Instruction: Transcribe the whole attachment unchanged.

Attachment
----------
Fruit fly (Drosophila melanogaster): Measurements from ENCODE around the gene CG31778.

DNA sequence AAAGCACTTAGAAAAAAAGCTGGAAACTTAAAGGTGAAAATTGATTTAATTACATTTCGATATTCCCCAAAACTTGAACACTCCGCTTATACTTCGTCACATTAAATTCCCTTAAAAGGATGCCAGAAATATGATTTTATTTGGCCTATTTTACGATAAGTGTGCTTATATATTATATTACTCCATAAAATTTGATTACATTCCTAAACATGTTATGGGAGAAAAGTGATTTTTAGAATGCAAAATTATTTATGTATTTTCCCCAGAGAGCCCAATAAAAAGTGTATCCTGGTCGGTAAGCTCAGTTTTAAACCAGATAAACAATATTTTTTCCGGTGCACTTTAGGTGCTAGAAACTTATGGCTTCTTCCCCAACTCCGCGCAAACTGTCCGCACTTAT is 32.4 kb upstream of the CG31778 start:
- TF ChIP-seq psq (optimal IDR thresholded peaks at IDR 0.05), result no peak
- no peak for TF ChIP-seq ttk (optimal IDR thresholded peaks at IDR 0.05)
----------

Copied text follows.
Fruit fly (Drosophila melanogaster): Measurements from ENCODE around the gene CG31778.

DNA sequence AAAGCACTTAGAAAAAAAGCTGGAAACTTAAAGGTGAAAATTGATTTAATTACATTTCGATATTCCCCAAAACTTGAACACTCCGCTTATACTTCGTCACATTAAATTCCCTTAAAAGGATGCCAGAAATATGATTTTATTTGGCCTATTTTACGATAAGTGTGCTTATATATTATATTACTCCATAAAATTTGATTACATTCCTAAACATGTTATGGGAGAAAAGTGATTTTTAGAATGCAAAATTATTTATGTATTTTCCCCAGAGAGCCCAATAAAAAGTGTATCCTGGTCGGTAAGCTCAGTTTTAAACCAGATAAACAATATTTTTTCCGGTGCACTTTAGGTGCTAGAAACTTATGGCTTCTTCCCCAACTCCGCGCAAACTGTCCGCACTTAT is 32.4 kb upstream of the CG31778 start:
- TF ChIP-seq psq (optimal IDR thresholded peaks at IDR 0.05), result no peak
- no peak for TF ChIP-seq ttk (optimal IDR thresholded peaks at IDR 0.05)